by Mary Lynn Kittelson
Edition: Paperback

4.0 out of 5 stars Fascinating!, 28 Sept. 2013
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As a 'dabbler' in psychology, I found the concept of this book most interesting - that 'the search for ... our own values as a culture is a major preoccupation of ours'. And a lot is subconscious. Why do certain movies / books / people / concepts become classics? What lifts their appeal to these heights? The book consists of a series of chapters on individual topics: eg: 'Vampires, eroticism and the lure of the unconscious' / the film 'The Piano' / 'The feminine hero of 'Silence of the Lambs'. With such a variety of topics and contributors (and of course readers!) the appeal varies. I personally found the chapter on Elvis to be profound and deeply sad. Called 'Fama and the culture of the dying god', it analysed the appeal and decline of the man in a very revealing way.
I will definitely re-read my favourite chapters and there were many of them. I gave it four stars because there were several chapters which didn't appeal, though most of them were excellent.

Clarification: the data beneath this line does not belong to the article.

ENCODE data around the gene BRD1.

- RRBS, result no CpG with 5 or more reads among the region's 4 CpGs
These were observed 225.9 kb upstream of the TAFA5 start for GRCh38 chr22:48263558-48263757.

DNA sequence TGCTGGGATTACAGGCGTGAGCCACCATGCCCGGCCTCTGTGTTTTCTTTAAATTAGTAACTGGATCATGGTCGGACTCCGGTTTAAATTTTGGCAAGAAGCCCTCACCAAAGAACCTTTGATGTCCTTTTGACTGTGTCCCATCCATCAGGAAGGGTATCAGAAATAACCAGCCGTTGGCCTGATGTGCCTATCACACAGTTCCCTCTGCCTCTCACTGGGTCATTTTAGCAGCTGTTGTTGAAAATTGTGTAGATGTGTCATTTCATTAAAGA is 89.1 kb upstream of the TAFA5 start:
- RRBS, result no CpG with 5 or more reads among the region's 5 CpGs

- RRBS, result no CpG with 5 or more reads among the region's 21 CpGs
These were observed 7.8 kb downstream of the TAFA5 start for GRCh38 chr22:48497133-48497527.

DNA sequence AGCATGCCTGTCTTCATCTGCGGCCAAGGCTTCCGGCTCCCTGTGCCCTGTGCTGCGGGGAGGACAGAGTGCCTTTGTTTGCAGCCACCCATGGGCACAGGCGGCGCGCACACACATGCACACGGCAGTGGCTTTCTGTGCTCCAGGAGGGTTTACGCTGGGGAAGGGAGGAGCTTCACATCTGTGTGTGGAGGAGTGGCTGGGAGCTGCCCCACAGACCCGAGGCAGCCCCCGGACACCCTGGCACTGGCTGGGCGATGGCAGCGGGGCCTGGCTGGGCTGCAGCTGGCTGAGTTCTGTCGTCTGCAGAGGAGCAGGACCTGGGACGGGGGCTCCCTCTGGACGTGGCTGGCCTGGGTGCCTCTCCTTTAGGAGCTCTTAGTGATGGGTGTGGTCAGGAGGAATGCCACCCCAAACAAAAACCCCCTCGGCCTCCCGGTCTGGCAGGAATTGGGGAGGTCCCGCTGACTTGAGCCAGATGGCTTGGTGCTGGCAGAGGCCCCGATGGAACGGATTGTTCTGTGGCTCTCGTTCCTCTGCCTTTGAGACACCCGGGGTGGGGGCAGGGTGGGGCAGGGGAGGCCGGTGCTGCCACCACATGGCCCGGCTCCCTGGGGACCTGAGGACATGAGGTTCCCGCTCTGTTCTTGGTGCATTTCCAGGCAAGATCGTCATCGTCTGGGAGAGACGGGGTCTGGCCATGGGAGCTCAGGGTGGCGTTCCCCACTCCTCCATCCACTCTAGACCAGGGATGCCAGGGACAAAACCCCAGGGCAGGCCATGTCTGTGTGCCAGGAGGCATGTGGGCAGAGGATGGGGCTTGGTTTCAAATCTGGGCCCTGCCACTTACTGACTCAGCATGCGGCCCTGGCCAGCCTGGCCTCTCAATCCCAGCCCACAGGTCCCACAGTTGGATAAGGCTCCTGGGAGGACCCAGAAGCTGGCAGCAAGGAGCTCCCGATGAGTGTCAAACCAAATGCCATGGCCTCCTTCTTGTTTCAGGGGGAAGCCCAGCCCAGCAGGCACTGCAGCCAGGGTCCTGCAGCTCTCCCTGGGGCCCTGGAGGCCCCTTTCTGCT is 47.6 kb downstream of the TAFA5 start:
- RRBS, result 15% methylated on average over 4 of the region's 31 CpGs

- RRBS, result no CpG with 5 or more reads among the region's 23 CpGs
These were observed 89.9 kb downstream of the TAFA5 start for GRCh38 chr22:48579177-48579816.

The Thirteenth Century 1216-1307: 4 (Oxford History of England)
The Thirteenth Century 1216-1307: 4 (Oxford History of England)
by Sir Maurice Powicke
Edition: Hardcover
Price: £96.00

3 of 4 people found the following review helpful
4.0 out of 5 stars Scholarly and fascinating, 28 Sept. 2013
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I bought this book for background reading as I'm writing a novel set in that period. It is a classic, excellently researched and providing a balanced view of events. As expected from the series, it's comprehensive in its analysis of personalities, events and politics. You need to bear in mind, though, that it was first written in 1953; time (and writing style) have moved on since then; paragraphs and sentences are long and sometimes an effort to read. Chosen at random, one sentence was seven lines long, perfectly grammatical and sensible, but I had to re-read it. They don't write 'em like that any more! And, of course, the book focuses on the 'top end' - peasants don't get much of a look in unless, of course, they're revolting!